“Let’s start with the goalkeeper, who has done well,” Arsene Wenger told Arsenal Player.
Yes indeed making just his 5th start of the season 28 year old Lukasz Fabianski did indeed do well leading Arsenal to a 2-1 win over Liverpool in the FA Cup on Sunday.
“He was terrific. I am very pleased for him because he is a great goalkeeper. I keep him telling him that and the time to show it is on the pitch.”
Fabianski’s safe handling was evident throughout the Gunners’ thrilling 2-1 win, giving his manager much to admire but it was something else that caught my eye – his ability to close strikers down and put the pressure back on the shooter in numerous 1v1 situations.
Closing down shooters has become a bit of a lost art in recent years as goalkeepers have become reluctant to go down at the feet of shooters fearing the attacker going to ground, the penalty and the all too inevitable red card that follows. Fabianski though showed some strong character throughout the game and although not perfect with his positioning on the day did enough to get inside the heads of the Liverpool shooters.
Liverpool’s Daniel Sturridge and Luis Suarez both had numerous chances as the Reds out shot Arsenal 15 – 8 (7 – 3 in shots on target) but Sturridge in particular suffered at the hands (and feet) of Fabianski going 0 for 3 in close range 1v1 situations.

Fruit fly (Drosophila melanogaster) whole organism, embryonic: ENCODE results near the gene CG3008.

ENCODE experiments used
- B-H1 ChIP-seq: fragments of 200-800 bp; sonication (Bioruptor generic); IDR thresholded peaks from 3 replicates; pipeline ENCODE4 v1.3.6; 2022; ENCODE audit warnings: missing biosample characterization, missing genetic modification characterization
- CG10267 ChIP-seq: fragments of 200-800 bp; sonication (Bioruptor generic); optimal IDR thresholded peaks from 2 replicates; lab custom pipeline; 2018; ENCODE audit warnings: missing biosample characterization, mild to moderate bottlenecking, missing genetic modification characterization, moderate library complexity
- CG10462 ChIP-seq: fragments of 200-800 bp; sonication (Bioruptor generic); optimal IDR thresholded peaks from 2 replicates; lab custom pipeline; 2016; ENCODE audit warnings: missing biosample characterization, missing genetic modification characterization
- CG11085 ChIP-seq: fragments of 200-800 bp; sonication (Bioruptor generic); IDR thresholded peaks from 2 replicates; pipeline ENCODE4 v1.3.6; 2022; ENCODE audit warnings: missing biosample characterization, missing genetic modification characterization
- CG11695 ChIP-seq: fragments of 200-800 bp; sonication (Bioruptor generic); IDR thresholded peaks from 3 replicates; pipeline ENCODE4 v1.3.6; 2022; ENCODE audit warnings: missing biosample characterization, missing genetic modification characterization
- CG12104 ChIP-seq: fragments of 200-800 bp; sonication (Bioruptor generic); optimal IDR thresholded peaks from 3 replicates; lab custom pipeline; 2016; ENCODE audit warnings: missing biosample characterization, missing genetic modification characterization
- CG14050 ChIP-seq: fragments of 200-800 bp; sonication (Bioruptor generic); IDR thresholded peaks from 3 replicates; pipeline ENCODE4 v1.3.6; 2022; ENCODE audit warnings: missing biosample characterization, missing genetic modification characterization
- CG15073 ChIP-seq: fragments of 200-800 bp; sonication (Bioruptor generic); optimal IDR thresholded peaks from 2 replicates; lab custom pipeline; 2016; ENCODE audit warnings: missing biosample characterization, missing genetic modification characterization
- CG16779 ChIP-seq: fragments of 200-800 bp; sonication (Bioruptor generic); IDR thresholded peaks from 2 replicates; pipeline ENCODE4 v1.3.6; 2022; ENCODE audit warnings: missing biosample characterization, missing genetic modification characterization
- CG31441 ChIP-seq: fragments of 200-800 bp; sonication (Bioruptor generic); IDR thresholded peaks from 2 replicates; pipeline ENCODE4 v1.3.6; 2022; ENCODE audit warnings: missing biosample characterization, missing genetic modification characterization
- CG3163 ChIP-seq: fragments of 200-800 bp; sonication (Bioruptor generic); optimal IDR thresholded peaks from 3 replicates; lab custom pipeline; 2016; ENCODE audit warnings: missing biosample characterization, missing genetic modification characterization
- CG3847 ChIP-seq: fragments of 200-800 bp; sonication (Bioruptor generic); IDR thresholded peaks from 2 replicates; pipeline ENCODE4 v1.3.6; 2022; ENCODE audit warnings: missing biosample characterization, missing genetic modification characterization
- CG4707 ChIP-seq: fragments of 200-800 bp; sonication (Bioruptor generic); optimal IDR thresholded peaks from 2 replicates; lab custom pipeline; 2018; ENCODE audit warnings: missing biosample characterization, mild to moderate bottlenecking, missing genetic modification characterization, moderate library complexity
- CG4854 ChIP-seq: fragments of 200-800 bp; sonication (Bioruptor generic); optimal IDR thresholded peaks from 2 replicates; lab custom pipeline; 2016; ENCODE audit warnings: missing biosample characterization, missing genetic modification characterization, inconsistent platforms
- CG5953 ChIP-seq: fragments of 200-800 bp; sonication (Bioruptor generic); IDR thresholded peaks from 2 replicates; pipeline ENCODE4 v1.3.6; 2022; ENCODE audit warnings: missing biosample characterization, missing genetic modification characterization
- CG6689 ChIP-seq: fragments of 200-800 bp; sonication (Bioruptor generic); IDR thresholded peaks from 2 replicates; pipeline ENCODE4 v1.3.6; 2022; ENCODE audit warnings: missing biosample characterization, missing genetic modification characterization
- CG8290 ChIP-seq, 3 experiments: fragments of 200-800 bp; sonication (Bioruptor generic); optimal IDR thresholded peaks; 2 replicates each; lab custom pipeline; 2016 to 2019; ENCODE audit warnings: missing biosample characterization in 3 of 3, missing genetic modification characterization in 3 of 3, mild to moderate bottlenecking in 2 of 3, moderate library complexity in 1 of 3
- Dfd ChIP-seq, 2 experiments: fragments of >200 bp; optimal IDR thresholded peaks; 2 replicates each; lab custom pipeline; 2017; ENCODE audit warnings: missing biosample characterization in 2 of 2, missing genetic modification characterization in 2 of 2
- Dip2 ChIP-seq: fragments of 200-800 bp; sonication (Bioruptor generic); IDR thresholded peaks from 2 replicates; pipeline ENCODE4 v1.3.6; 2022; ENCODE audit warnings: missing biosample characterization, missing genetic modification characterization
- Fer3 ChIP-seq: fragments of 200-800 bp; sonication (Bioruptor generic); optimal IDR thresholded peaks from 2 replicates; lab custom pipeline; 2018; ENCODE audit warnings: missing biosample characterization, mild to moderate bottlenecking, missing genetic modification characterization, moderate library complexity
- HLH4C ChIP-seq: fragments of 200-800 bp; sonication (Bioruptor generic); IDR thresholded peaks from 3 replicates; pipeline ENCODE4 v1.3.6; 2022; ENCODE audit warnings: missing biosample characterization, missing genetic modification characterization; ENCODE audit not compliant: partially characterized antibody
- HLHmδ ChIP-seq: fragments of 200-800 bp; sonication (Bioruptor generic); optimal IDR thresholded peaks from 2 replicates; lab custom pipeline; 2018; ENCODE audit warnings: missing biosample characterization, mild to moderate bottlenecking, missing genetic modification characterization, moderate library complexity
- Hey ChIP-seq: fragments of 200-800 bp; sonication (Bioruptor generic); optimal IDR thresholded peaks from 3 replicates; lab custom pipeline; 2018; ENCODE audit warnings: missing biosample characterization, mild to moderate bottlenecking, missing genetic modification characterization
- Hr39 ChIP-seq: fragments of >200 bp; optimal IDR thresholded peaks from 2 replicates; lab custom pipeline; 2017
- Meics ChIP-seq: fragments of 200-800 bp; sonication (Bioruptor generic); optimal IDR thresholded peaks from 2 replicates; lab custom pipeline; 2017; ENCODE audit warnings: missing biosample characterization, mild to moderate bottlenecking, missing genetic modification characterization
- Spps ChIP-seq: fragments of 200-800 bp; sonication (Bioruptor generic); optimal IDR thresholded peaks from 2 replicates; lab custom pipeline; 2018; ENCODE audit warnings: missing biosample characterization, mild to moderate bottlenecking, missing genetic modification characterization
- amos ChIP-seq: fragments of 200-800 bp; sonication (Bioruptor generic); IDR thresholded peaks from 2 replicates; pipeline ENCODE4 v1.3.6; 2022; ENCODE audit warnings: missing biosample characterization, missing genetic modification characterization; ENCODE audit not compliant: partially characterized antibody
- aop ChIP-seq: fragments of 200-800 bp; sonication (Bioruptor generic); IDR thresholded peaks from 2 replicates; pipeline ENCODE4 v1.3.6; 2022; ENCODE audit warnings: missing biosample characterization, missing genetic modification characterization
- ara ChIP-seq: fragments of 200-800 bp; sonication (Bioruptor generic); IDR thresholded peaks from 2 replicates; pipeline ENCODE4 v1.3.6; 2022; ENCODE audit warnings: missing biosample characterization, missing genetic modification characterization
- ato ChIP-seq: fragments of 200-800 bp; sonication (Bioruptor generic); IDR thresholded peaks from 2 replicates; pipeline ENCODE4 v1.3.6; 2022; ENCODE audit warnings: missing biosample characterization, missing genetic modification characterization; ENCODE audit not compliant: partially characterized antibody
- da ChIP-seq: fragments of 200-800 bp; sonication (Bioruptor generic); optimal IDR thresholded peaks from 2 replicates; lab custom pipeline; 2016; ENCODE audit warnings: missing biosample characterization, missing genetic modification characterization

Twice early in the match Sturridge had a chance to give Liverpool the lead and crack Arsenal’s fragile psychological state only to be stymied both by the Arsenal keeper and his poor decision making of when to take the shot.
The first chance for Sturridge came in just the 2nd minute but Fabianski’s positioning led to a slightly more awkward than need be save as the shot came directly at him.
In the 5th minute Sturridge is alone again and Fabianski closes the shooter down well but perhaps a bit late as if Sturridge had shot immediately (next image) he probably would have scored.
Instead Sturridge takes a touch and Fabianski reacts well beginning to close down the space between himself and the striker.
Fabianski does make the error of going down a little too early but still manages to force Sturridge even further to the side.
Sturridge really should have finished but the pressure and scrambling by the keeper puts him off and he eventually fires into the side netting.
Positioning perhaps a little off on the Suarez chance – I’d like to see Fabianski at least one half step closer to the shooter – but he shows Suarez the back post and then makes the save with his foot to deny the Argentinian the chance. Purely a reactionary save but one that if Brad Jones had made a similar one earlier in the Liverpool goal might have denied Arsenal their second.
The third save against Sturridge again came down to a striker perhaps not finishing quickly but also to Fabianski quickly closing down the space, forcing the shooter wide but unlike the second Sturridge chance this time staying on his feet and timing his dive and touch on the ball to perfection. A text book sequence: